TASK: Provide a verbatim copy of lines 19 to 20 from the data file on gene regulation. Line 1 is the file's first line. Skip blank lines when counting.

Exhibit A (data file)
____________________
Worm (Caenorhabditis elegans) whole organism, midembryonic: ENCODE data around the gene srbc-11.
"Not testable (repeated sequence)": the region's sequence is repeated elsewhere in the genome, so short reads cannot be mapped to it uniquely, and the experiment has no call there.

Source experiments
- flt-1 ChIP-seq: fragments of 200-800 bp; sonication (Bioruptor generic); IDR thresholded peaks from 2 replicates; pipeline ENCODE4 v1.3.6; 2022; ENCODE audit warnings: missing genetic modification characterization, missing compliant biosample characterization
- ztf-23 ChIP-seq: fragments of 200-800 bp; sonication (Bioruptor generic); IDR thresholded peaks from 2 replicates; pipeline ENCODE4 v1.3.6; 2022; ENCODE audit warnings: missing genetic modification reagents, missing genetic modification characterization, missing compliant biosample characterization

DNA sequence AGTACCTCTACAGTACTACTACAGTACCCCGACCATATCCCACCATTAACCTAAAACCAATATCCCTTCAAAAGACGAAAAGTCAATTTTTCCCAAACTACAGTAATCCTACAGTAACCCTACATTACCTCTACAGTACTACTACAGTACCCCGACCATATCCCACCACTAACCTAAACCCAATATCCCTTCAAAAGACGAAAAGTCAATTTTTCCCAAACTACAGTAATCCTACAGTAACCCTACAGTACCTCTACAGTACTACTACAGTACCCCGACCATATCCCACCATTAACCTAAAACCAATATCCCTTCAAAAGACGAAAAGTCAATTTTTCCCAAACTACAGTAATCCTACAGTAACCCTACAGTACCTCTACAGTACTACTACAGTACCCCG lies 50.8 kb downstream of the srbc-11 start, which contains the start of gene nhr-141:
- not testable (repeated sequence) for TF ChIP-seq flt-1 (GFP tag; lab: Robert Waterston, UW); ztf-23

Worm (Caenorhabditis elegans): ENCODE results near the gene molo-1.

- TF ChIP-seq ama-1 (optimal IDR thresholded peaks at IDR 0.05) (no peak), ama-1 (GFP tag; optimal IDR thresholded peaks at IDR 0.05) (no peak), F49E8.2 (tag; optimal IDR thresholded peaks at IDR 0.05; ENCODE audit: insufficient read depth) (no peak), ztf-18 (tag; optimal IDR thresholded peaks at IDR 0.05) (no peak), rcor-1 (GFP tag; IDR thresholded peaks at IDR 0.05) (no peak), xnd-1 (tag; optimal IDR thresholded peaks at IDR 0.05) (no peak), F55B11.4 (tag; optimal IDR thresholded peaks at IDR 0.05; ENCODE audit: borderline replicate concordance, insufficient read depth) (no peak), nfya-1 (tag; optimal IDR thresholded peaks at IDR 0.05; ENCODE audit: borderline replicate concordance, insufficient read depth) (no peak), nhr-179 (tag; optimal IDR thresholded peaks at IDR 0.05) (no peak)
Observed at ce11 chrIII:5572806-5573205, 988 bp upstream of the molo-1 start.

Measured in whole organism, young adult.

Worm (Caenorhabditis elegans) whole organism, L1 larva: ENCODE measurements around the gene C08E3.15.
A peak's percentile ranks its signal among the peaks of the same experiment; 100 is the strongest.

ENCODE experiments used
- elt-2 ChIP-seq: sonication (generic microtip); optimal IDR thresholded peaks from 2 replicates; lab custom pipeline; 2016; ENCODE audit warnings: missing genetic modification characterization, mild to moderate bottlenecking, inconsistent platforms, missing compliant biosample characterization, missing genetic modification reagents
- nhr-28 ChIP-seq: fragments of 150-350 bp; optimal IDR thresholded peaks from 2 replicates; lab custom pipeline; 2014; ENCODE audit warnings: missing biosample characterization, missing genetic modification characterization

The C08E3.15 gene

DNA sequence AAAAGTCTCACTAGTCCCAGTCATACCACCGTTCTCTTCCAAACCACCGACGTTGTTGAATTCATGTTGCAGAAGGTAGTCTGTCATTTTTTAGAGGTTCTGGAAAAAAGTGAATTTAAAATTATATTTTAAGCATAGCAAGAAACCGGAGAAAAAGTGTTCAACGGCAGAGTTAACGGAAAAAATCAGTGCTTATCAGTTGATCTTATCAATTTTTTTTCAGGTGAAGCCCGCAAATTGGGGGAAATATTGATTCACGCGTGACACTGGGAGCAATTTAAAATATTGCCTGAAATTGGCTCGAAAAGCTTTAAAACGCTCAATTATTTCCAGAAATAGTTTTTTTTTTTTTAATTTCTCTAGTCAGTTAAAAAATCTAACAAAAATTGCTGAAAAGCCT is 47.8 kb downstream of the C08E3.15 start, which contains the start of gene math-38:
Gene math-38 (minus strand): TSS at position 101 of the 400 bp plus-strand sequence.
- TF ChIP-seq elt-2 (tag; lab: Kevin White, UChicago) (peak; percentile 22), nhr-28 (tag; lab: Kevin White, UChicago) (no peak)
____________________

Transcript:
Gene math-38 (minus strand): TSS at position 101 of the 400 bp plus-strand sequence.
- TF ChIP-seq elt-2 (tag; lab: Kevin White, UChicago) (peak; percentile 22), nhr-28 (tag; lab: Kevin White, UChicago) (no peak)